BEND, Ore. (AP) -- Part bar, part bicycle, the Cycle Pub is all but unchallenged for the title of the most extraordinary vehicle on the streets of Bend.
Roughly 20 feet long and bearing a passing resemblance to a San Francisco cable car, the Cycle Pub features 12 barstools, six on either side of a bar running down the middle. A driver sits in front with a steering wheel, and passengers work the pedals under each barstool to propel the Cycle Pub, most often enjoying glasses of beer as they go. Most evenings this summer, owner James Watts' two Cycle Pubs have been slowly making the circuit from their home base at GoodLife Brewing on Century Drive, past 10 Barrel Brewing on Galveston, and onward to the several brewpubs downtown.
Oregon Liquor Control Commission spokeswoman Joy Evensen said Bend's two Cycle Pubs are thought to be the only ones of their kind in the state -- and, as such, their status in the eyes of the law is slightly murky.
But because the Cycle Pub does not sell hard liquor -- passengers supply their own food and drink -- it requires no license from the OLCC, Evensen said. The agency has received a few inquiries from people looking to set up similar operations elsewhere in the state, she said, but the legal status of a Cycle Pub is a matter for local governments.
"There has been some interest in something similar in other cities like Portland, but I'm not sure, the city of Portland's open container law might be different," she said.
Hopworks Urban Brewing in Portland has a related vehicle, a cargo bicycle that carries two kegs of beer with two tap handles protruding from a wooden bar, but the "Beer Bike," as it's called, has only a single seat, for the driver.
Bend Police Community Liaison Steve Esselstyn said the first several months since the Cycle Pub's debut at the Bend Winterfest have been largely trouble-free. Watts regularly checks in with police to stay abreast of any issues, Esselstyn said, adding that concerns and complaints from the public have been practically nonexistent.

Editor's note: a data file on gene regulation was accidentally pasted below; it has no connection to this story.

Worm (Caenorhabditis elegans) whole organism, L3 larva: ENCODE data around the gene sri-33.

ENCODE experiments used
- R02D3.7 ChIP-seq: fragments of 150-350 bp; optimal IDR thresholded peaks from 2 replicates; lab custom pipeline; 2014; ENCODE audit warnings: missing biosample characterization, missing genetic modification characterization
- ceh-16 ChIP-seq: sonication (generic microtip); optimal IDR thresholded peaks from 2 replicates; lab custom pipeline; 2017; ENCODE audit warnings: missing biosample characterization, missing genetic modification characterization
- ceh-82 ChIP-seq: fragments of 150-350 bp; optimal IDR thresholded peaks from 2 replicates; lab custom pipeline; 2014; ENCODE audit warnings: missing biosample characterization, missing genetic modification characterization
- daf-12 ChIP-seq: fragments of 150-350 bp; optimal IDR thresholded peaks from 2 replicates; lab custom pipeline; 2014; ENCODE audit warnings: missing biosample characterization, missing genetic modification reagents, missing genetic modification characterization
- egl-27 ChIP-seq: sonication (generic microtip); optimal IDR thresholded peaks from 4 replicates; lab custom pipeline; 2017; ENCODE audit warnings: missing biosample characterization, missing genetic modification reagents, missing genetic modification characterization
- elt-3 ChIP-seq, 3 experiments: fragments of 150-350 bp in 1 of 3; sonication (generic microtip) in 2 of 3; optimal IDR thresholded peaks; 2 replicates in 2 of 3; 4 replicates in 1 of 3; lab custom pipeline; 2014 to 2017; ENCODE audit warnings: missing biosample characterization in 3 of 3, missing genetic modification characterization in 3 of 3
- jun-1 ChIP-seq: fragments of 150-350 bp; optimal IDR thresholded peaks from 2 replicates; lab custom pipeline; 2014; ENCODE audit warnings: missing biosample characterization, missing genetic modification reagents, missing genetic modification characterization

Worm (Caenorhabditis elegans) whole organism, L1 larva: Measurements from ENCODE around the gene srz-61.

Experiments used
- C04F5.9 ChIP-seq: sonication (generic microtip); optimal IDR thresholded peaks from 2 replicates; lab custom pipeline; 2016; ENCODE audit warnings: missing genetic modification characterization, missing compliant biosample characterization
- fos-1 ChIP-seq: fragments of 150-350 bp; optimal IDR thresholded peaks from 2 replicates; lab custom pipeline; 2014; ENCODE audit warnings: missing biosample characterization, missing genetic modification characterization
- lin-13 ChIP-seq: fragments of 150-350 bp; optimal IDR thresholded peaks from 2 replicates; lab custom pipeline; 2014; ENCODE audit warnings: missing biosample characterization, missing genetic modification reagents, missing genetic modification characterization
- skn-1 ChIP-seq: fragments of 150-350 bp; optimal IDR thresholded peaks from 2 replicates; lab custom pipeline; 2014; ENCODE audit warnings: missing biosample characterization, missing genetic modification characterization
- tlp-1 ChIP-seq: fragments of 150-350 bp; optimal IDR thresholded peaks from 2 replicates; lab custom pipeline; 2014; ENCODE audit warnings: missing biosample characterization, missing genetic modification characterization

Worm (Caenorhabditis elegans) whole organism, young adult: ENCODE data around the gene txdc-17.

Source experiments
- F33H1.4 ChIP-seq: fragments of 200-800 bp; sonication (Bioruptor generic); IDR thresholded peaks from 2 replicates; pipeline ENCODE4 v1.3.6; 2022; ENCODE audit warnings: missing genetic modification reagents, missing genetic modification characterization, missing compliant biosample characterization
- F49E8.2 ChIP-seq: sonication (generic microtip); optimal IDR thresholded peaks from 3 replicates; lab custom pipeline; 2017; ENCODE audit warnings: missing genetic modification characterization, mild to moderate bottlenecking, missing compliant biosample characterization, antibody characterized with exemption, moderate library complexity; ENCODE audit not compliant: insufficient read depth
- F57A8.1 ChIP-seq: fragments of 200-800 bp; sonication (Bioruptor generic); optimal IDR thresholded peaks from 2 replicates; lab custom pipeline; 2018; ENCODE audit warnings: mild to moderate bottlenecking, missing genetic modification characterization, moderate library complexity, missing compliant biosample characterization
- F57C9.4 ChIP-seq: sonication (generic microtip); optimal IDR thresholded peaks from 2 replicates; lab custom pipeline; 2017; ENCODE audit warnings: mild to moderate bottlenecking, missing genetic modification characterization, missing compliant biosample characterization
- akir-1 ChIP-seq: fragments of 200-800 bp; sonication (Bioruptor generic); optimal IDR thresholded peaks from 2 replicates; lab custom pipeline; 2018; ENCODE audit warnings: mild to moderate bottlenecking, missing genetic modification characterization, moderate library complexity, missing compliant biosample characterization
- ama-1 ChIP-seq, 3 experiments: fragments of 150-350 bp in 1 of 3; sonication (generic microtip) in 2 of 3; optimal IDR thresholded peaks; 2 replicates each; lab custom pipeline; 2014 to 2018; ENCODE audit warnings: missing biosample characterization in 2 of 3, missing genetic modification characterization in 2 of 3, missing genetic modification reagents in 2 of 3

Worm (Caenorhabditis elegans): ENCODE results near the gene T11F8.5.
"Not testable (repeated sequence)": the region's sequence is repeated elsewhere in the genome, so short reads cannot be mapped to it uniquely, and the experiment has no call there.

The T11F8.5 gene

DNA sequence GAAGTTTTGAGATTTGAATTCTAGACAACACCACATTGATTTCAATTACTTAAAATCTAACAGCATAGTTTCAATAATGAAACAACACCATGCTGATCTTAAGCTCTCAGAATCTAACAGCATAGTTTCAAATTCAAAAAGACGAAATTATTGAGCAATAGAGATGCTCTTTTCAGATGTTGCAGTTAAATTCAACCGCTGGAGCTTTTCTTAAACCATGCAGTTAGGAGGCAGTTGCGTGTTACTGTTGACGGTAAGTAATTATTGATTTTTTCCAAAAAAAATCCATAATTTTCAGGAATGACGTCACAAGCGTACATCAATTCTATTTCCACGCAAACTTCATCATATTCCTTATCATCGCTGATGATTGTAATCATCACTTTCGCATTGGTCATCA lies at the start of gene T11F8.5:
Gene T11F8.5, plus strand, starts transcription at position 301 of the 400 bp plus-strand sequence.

"We've had zero problems with that thing," Esselstyn said. "The guy is very responsible."
Watts said while passengers on the Cycle Pub can drink beer and wine -- hard liquor is not permitted -- he's made a point of discouraging excessive consumption. Oregon has no laws against public intoxication, but Watts is aiming to attract beer and bicycle enthusiasts rather than heavy drinkers.
"This isn't Las Vegas -- that's not the point of the Cycle Pub," Watts said. "I'm trying to keep an upscale, highbrow, classy image around town."
Under state law, a Cycle Pub is regarded much like a limousine. As with a limo, the physical barrier separating the driver from the passengers distinguishes the Cycle Pub from other vehicles where consumption of alcohol would be prohibited.
Bend City Attorney Gary Firestone said the city had two primary legal concerns when Watts proposed starting up the Cycle Pub last winter. One, it wanted to be sure the Cycle Pub would not be selling hard liquor, and two, it wanted to find a way around the state law banning alcohol consumption outside of private residences or businesses licensed to serve alcohol.
For the Cycle Pub, Bend created an exemption permit, Firestone said, identical to the permits the city can issue for something like a wedding reception in a public park. The exemption is unique in that it's not attached to a fixed physical location or good for a narrowly defined period of time, he said, but it is legally defensible.
The permit limits alcohol consumption to individuals sitting on the Cycle Pub, Firestone said -- technically speaking, a passenger who hopped off his or her stool to the street with glass in hand would be in violation of the open container law.
Watts said because the Cycle Pubs are new and visible, he has to work to avoid conflicts with those living and traveling along the vehicles' routes. Two noise complaints have been registered -- they were both deserved, Watts said -- and he's since stopped running the Cycle Pub though residential neighborhoods at night. Because the Cycle Pub can obstruct traffic as it struggles to get up to speed on even the smallest hills, Watts said he's tried to choose routes with room for vehicles to pass, though he's yet to encounter a single driver outwardly upset by being delayed.
"I'm sure some people tolerate it better than others," he said. "It's such a novelty and has been so well-received by lots of different circles around town, I'd be surprised if anyone complained."